Investors neglected UK equities in recent years, as they barely trade above post-pandemic levels. In contrast, the US stock market rallied in response to the fiscal and monetary stimulus provided by the authorities in the United States.
But 2023 sees US equities stalling. For example, the Dow Jones index is almost flat, up +0.61% YTD.
So where should investors turn their attention to? One place is Japan, as I wrote in this article here, where economic growth and a weak currency attract foreign investors in the local stock market.
Could the UK be the next one? Here are three reasons to buy UK equities:
- They are extremely cheap
- Recent UK wage data does not warrant more hikes from the Bank of England
- FTSE 100 trades above major support area
Close to record cheapness for UK equities when compared to US
It had almost never been a good time to buy UK equities if we look at valuations. They appear so cheap when compared to the US, and approach close to record levels.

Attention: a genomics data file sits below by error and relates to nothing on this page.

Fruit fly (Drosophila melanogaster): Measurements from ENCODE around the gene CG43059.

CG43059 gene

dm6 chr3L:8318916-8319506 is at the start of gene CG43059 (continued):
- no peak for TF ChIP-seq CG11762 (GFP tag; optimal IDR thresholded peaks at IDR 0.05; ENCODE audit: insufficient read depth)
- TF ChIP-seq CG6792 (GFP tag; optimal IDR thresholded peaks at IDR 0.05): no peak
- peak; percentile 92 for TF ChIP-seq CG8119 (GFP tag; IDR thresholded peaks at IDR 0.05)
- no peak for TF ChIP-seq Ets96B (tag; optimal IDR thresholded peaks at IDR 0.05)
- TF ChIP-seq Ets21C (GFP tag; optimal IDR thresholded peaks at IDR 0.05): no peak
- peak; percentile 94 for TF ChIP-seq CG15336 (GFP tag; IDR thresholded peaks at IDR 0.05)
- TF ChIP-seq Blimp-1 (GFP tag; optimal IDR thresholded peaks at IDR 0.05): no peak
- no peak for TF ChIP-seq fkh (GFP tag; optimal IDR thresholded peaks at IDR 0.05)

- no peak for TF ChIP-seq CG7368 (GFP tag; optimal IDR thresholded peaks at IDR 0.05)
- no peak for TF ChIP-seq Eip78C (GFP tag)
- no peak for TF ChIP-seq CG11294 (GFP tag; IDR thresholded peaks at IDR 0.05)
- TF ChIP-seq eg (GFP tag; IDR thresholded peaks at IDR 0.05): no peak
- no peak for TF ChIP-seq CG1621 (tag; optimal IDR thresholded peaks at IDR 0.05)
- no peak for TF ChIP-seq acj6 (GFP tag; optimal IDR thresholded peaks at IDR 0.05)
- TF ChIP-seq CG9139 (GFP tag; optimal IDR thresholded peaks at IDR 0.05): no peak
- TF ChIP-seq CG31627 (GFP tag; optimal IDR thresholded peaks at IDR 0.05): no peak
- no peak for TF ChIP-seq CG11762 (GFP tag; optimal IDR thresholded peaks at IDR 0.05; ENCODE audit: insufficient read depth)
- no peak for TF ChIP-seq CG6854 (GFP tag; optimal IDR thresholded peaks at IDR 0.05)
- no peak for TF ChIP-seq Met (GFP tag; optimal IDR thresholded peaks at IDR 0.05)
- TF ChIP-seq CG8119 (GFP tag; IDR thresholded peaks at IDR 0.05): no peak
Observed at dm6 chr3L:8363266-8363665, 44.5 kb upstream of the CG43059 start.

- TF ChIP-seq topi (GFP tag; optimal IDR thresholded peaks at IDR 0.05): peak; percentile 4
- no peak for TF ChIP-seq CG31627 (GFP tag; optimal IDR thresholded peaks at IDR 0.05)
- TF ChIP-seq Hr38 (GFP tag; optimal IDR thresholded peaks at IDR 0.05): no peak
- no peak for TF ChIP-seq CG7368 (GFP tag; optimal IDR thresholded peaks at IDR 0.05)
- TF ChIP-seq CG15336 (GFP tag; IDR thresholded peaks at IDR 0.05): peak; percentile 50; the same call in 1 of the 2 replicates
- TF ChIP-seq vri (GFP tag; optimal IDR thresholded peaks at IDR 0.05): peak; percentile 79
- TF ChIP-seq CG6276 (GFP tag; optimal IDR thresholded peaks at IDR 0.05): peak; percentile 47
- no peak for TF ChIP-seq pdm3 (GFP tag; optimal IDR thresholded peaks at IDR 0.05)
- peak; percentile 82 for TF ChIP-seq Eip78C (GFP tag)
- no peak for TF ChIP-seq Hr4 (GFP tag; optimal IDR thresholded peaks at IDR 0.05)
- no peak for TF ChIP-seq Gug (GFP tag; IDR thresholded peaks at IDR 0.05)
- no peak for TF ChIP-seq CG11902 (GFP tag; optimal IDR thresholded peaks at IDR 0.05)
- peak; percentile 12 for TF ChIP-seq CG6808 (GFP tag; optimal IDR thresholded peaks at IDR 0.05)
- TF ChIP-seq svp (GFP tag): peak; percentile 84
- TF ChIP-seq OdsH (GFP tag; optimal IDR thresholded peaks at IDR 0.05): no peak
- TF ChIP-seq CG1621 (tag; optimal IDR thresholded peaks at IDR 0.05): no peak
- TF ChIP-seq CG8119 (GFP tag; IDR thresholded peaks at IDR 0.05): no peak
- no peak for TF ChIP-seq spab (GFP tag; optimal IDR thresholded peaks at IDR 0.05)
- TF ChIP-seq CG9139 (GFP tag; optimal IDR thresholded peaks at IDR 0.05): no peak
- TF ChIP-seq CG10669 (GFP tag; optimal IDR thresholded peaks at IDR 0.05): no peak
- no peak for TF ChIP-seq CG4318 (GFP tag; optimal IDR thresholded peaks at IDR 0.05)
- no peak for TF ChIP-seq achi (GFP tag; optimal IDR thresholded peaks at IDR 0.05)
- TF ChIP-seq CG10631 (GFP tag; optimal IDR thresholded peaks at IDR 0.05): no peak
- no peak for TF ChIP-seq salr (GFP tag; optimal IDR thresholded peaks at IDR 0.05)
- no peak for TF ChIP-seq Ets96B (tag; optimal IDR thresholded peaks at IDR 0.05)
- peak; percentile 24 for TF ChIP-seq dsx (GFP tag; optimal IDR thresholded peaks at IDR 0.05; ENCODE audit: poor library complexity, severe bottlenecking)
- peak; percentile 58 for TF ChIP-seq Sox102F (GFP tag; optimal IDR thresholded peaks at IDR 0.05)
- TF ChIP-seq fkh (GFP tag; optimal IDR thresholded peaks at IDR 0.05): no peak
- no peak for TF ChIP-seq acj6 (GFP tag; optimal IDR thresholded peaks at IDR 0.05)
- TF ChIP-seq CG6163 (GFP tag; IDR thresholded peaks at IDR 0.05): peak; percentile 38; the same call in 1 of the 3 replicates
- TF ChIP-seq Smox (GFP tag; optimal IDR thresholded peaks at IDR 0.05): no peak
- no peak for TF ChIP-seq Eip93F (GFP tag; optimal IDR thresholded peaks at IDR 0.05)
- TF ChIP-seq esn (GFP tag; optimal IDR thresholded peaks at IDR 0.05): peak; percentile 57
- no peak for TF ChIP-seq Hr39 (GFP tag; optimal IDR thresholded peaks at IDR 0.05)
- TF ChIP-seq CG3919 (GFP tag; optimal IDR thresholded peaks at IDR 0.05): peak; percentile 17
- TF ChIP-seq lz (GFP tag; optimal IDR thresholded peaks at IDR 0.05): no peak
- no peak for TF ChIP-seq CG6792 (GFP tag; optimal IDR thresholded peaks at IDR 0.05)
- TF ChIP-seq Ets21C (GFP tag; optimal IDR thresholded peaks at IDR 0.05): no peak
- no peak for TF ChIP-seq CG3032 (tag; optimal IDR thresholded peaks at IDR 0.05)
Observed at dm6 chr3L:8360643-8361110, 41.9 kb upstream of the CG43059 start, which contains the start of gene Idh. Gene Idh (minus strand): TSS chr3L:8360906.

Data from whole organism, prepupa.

In fact, almost all UK industries trade at a discount to US peers. For example, the transport industry trades at a -35% discount. Or, the real estate, at a -50% discount.
UK wage data hints at no more hikes from the Bank of England
One may argue that the Bank of England’s monetary policy is responsible for keeping investors away from the stock market. But the Bank of England simply followed what the Fed did in the United States, as inflation is higher in the UK, too (even higher than in the United States).
If that is not an issue, then recent data suggests that wage growth is slowing in the UK. Hence, the Bank of England may build a case for pausing the rate hikes – just like the Fed hinted.
FTSE 100 trades at a major support area
Besides the fundamental arguments, the technical picture also points to more gains for UK equities. FTSE 100 trades at a major support area, an area that it had difficulties overcoming for over two years.
All in all, UK equities look cheap by all measures. Should investors regain confidence in the kingdom’s economy, there is more upside potential than downside.